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Study: Practice effect due to repeated testing can delay detection of cognitive impairment and dementia


Prac­tice Imper­fect: Repeat­ed Cog­ni­tive Test­ing Can Obscure Ear­ly Signs of Demen­tia (UC San Diego Health press release):

Alzheimer’s dis­ease (AD) is a pro­gres­sive, neu­rode­gen­er­a­tive con­di­tion that often begins with mild cog­ni­tive impair­ment or MCI, mak­ing ear­ly and repeat­ed assess­ments of cog­ni­tive change cru­cial to diag­no­sis and treat­ment.

But in a paper pub­lished online in the jour­nal Alzheimer’s & Demen­tia: Diag­no­sis, Assess­ment & Dis­ease Mon­i­tor­ing, a team of researchers led by sci­en­tists at the Uni­ver­si­ty of Cal­i­for­nia San Diego School of Med­i­cine found that repeat­ed test­ing of mid­dle-age men pro­duced a “prac­tice effect” which obscured true cog­ni­tive decline and delayed detec­tion of MCI.

When per­sons take the same or sim­i­lar tests repeat­ed­ly over time, they sim­ply get bet­ter at tak­ing the tests,” said first author Jere­my A. Elman, PhD, a post­doc­tor­al fel­low in the lab of senior author William S. Kre­men, PhD, pro­fes­sor of psy­chi­a­try and co-direc­tor with Car­ol E. Franz, PhD, of the Cen­ter for Behav­ior Genet­ics of Aging at UC San Diego School of Med­i­cine. “The con­se­quence is that their results may not accu­rate­ly reflect the real­i­ty of their con­di­tion.”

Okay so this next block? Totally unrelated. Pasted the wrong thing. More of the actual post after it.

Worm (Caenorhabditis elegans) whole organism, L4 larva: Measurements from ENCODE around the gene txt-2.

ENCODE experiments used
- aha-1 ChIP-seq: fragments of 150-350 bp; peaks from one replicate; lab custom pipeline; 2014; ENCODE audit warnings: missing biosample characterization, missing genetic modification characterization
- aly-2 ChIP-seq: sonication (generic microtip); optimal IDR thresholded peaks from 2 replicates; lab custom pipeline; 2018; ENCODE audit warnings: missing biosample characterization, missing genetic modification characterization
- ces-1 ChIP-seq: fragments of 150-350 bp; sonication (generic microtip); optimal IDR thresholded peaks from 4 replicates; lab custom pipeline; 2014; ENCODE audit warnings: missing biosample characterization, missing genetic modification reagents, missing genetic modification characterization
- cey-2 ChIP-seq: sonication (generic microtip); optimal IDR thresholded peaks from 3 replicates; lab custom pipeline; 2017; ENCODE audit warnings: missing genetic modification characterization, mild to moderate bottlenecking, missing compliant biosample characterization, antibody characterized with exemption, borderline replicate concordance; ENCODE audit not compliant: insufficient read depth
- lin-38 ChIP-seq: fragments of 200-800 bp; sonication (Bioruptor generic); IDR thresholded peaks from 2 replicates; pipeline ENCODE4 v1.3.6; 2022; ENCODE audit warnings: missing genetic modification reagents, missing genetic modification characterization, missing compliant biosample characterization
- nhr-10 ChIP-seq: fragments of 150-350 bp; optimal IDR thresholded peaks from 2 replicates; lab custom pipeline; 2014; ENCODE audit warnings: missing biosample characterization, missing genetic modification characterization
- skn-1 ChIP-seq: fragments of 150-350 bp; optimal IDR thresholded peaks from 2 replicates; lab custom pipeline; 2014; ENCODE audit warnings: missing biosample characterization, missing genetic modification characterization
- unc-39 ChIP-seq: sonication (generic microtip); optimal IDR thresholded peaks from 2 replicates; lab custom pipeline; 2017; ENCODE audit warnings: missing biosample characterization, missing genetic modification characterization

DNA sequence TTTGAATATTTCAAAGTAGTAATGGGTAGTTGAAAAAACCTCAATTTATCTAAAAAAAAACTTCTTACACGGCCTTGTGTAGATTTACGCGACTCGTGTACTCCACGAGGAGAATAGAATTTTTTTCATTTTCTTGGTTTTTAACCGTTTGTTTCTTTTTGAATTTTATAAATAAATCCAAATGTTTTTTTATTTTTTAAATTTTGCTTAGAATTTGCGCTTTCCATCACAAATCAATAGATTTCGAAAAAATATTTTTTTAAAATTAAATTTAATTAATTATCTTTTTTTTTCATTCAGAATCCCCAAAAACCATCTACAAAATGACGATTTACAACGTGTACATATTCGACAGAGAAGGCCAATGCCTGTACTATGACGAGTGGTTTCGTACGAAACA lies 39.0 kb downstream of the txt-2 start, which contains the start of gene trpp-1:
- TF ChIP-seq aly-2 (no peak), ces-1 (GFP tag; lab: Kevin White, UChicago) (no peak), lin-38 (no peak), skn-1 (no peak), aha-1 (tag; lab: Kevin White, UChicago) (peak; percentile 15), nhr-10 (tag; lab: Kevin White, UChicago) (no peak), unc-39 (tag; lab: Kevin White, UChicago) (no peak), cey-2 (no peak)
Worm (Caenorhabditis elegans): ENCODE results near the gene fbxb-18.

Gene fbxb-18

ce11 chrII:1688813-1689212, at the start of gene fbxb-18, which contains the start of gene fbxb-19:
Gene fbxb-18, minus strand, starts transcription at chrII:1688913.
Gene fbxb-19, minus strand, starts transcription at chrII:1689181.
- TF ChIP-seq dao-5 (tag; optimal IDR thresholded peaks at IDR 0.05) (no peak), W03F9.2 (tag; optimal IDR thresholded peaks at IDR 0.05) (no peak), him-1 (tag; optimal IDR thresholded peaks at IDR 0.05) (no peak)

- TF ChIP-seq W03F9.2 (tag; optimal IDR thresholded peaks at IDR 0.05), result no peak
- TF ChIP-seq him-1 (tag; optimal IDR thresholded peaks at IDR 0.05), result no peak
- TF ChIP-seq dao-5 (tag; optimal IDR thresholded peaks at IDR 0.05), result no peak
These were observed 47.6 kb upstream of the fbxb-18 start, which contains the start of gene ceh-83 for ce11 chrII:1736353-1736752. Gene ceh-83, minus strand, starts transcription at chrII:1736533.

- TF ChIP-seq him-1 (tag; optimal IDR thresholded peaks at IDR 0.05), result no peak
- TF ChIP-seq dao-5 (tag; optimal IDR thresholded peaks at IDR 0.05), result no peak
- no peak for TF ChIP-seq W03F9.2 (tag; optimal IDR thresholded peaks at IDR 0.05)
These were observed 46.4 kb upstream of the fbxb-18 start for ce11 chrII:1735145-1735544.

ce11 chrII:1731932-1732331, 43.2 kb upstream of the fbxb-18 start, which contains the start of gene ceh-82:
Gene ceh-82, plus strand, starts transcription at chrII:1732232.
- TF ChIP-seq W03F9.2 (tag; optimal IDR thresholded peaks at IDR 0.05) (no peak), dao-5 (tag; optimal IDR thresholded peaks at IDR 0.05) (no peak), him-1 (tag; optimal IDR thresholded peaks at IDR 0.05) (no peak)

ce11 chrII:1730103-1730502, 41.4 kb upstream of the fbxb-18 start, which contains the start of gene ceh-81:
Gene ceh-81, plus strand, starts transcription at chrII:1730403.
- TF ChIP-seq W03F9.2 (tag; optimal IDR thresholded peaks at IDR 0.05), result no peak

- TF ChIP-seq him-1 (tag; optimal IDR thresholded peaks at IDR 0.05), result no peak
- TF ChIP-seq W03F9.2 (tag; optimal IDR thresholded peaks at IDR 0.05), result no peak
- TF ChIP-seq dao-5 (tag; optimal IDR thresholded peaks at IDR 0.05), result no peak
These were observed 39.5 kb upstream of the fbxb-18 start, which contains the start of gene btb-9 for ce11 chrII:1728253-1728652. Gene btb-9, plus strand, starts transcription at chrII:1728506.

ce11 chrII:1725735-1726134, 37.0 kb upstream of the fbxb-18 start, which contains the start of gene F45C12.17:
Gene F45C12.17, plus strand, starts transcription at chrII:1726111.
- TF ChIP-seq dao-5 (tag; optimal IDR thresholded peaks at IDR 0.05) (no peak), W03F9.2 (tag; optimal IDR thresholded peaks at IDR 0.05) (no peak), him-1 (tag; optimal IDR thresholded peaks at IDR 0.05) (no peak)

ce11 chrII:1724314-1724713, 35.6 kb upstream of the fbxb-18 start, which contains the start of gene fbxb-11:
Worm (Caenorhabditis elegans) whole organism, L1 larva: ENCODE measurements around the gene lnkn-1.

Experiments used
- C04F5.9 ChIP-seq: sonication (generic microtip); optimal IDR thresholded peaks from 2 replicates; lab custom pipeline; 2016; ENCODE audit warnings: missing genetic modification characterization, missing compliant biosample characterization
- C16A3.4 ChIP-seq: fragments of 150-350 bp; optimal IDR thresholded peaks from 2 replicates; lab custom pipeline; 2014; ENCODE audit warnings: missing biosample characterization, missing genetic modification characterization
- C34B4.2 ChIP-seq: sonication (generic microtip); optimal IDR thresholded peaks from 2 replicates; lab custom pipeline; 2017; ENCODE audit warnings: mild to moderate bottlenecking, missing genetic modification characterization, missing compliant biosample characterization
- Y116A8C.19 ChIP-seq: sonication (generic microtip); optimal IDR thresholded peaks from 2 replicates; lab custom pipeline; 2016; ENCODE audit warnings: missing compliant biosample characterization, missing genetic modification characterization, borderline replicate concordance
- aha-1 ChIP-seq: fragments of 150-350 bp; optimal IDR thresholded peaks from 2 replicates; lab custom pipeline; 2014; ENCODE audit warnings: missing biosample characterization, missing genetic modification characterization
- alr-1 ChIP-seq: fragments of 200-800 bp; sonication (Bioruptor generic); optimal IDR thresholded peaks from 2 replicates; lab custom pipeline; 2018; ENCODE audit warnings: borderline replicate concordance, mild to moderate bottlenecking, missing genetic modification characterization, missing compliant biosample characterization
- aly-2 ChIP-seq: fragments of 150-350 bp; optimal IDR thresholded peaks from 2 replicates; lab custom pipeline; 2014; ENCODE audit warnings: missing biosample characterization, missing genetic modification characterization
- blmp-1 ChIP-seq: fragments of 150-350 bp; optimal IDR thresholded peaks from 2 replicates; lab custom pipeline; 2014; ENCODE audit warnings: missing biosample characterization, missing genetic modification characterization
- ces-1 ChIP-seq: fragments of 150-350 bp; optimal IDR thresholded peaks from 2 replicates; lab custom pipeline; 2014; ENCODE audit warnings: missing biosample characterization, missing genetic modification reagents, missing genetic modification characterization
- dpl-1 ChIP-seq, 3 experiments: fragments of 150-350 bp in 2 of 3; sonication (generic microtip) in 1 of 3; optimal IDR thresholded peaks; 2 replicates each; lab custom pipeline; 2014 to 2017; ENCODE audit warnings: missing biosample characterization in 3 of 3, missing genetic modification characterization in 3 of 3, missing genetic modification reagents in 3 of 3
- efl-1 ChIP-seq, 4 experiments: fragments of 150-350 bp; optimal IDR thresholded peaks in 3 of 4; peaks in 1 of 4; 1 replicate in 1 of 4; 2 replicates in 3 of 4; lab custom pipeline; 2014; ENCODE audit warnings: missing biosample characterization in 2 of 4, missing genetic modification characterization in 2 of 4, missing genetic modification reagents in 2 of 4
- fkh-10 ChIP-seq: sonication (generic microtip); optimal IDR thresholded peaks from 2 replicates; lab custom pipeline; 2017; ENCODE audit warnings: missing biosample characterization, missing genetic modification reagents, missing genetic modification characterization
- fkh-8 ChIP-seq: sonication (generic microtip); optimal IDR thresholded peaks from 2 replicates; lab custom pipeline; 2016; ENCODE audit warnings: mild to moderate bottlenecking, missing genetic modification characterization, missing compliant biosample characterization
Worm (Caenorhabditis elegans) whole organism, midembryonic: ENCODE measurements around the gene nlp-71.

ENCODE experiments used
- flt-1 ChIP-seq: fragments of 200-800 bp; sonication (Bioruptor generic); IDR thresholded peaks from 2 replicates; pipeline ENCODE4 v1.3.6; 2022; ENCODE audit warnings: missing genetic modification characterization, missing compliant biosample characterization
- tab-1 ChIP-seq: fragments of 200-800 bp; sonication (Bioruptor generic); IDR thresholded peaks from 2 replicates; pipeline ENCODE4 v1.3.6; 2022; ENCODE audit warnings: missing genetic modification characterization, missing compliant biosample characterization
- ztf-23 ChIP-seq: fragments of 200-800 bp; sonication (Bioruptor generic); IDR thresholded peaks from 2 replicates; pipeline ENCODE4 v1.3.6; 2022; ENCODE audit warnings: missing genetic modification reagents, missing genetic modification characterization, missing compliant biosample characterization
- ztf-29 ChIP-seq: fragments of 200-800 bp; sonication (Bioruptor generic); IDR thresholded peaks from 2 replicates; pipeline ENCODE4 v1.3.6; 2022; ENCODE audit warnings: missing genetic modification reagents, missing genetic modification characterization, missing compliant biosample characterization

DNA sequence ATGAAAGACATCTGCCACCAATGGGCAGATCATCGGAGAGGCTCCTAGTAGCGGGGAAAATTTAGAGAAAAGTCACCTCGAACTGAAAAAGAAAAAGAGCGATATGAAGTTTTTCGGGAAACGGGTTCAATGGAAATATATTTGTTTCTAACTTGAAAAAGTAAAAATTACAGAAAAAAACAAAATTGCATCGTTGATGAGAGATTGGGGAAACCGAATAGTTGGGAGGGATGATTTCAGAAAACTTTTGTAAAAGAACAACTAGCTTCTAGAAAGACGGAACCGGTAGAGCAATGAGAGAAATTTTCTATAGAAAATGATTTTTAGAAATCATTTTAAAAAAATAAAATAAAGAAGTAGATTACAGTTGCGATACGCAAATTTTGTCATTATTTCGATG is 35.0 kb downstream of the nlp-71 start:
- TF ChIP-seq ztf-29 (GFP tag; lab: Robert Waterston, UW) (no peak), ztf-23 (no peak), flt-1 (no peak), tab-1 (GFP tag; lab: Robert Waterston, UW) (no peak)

The Study:

Under­diag­no­sis of mild cog­ni­tive impair­ment: A con­se­quence of ignor­ing prac­tice effects (Alzheimer’s & Demen­tia: Diag­nos­tic Assess­ment & Prog­no­sis). From the abstract:

  • Intro­duc­tion: Lon­gi­tu­di­nal test­ing is nec­es­sary to accu­rate­ly mea­sure cog­ni­tive change. How­ev­er, repeat­ed test­ing is sus­cep­ti­ble to prac­tice effects, which may obscure true cog­ni­tive decline and delay detec­tion of mild cog­ni­tive impair­ment (MCI).
  • Meth­ods: We retest­ed 995 late-mid­dle-aged men in a ?6‑year fol­low-up of the Viet­nam Era Twin Study of Aging. In addi­tion, 170 age-matched replace­ments were test­ed for the first time at study wave 2. Group dif­fer­ences were used to cal­cu­late prac­tice effects after con­trol­ling for attri­tion effects. MCI diag­noses were gen­er­at­ed from prac­tice-adjust­ed scores.
  • Results: There were sig­nif­i­cant prac­tice effects on most cog­ni­tive domains. Con­ver­sion to MCI dou­bled after cor­rect­ing for prac­tice effects, from 4.5% to 9%…

The Study in Context:

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